My first affirmation as a free-style rapper came from a colleague my age (see Dougie Fresh II in May's postings), but now that I have the support of a few 14-year olds from my kid’s group, I’m paying attention. It was my free-style rap walking with them in downtown Salzburg that earned me my “Dougie Fresh” nickname from a few kids who seemed genuinely impressed. Of course, I know a lot is missing. I don’t really have the rhythm right and my accent is all wrong. But I am tuned into rhyming and there’s no lack of subject matter. Here’s an example I wrote for the kids on the Salzburg trip after they left (Jufa is the name of the Youth Hostel):
I’m sittin’ in the Jufa, gonna make a big confession.
My homeys all are gone and I got a bad depression
Missing all our music with its natural expression
Gotta to pay for a shrink in a therapy session.
Sayin’, “Why’d they have to go? They know I’d miss them so.
Can’t play any good music with no rosin on my bow.”
While I feel the pain, outside it starts to rain.
The memories of our time here are etched into my brain.
We got a good groove on, but now it’s time to move on.
And each and every one of us is now a lifetime Jufan.
The thunderclouds have gathered, folks are getting’ out their mops
I gotta ride my bike back in-between the raindrops.
But before I go, I gotta get this off my chest.
“I love you guys! all 17, you truly are the best!!!”
I really am motivated to start to listen to some rap and of course, this is the missing piece. The Input-Output ratio is crucial in any art form and without hearing the rhythms, inflections, accents, styles of genuine rap, I’m stuck in my older poetic forms upbringing. So I have no illusions that I’m going to go viral on Youtube, but it is fun to walk down the street and comment on the world with a backbeat.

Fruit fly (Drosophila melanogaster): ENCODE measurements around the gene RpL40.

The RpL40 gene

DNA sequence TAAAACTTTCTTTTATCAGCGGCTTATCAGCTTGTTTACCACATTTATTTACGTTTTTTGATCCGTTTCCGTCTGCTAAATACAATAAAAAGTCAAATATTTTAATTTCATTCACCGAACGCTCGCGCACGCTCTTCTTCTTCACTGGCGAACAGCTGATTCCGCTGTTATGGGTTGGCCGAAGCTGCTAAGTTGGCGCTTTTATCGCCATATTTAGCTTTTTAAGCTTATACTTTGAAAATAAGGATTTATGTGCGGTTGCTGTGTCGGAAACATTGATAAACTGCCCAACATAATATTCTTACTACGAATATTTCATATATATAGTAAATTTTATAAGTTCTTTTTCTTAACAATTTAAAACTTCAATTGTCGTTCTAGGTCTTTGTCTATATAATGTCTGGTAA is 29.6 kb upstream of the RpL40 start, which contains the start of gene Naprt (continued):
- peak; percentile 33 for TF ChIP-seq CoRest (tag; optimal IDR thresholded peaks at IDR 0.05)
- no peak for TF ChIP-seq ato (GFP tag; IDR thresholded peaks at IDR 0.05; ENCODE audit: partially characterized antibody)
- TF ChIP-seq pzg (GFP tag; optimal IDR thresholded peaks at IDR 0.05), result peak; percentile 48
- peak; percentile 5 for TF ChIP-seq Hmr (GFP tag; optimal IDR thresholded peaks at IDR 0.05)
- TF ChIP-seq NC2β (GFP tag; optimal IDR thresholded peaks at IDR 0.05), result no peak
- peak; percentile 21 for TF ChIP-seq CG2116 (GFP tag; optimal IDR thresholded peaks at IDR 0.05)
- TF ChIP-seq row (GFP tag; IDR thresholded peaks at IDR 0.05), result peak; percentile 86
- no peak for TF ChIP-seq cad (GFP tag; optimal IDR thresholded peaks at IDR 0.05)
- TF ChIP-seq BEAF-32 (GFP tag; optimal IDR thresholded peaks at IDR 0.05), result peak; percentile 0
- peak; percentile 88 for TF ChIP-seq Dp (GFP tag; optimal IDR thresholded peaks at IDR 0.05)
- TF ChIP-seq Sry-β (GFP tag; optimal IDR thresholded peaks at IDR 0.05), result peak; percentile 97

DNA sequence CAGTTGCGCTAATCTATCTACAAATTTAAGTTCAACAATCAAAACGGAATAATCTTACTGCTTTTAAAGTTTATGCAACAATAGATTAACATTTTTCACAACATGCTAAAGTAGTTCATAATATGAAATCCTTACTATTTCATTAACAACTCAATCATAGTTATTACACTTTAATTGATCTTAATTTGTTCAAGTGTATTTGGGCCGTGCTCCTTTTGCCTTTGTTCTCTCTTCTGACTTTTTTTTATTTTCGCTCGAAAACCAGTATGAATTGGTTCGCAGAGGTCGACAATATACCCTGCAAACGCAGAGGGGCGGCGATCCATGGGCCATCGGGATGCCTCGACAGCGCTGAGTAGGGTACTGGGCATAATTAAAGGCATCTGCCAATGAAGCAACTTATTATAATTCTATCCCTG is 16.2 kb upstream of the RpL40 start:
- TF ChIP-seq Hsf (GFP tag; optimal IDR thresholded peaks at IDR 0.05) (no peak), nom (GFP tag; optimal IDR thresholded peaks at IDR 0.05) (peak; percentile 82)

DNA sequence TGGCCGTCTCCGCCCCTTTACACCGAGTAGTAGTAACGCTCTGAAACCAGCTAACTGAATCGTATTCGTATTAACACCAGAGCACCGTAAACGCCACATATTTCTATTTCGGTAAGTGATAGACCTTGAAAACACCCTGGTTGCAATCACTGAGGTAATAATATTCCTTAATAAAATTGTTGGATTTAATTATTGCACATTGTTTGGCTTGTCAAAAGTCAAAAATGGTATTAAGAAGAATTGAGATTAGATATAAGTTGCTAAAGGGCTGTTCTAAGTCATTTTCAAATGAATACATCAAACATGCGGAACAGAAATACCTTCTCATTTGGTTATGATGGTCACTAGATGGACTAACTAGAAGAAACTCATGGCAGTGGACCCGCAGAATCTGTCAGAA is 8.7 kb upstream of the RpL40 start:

Meanwhile, I went back again to the Jufa Youth Hostel last night to return my bicycle. I expected to see the kids walking through the lobby and I suspect that anytime I go there, I’ll have the same sensation. Certain places are forever etched in our memories, connected with the people we shared that particular time and place with. This morning, I stood in the hall of the Frohnburg where I was staying and remembered the party from the 1990 Summer Course, where I led a little contra-dance and the Finnish folks sang and strummed guitars. A couple of days ago, I biked with my old friend Rick to my farmhouse in Anif where I lived when I taught in 2003, 2005, 2007. Yesterday, I finished my last class in Room 27, the same room where a candle-lit surprise farewell party was once given to me and where I also gave a piano concert. Every time I pass the zip-line in the playground I think of my daughter Kerala at 9 years old. When I put my bike in the Frohnburg bike rack, I remember daughter Talia learning to ride a bike at 5 years old. Twenty-one years of one to six week visits has made the Orff Institut one of my precious homes on this planet and all of Salzburg is alive with each of those times, all of the people I shared them with and memories of the different selves I have been (I was 39 when I first arrived!)
And the remarkable thing is that we all keep crossing paths. In these last two weeks, I met with over a hundred people from those former times and here we were again, creating our temporary communities where miracles, fun and laughter abound and where future memories are being made. Five of the ten teachers teaching at this summer course also taught at that first one I did in 1990! We are growing old together and it’s always interesting to see how we change and how we stay the same. And mostly, it is just plain amazing that we’re all still carrying on. Good material for another rap!
Instead of playing music on the street at Fisherman’s Wharf
We all still carry on the Schulwerk of Mr. Carl Orff
Instead of going out at night to dance salsa or disco
We’re out there teaching workshops in the Drid, the Burg and Frisco.
We clap our hands in Italy, we play a game in Spain,
We ride our bikes in Salzburg in the sunshine and the rain.
We don’t go swimmin’ at the beach or go and ride a horse.
We finish teaching, then get ready for the next Orff course.
We see each other here and there, then later there and here.
We hang around at restaurants sipping wine or drinking beer.
We hope that we can carry on as we get old and gray.
And meanwhile, we’re grateful for each and every day.
That we can teach the Taiwanese, the Thai, Korean, French.
That we can lunch with Persian folks while chatting on the bench.
That we can learn a song from an Aussie or a Dane
I got plenty more to say, but I gotta catch my plane!
Well, like I said, Dougie Fresh needs some help. But it’s fun to try.
On to the next course in Madrid!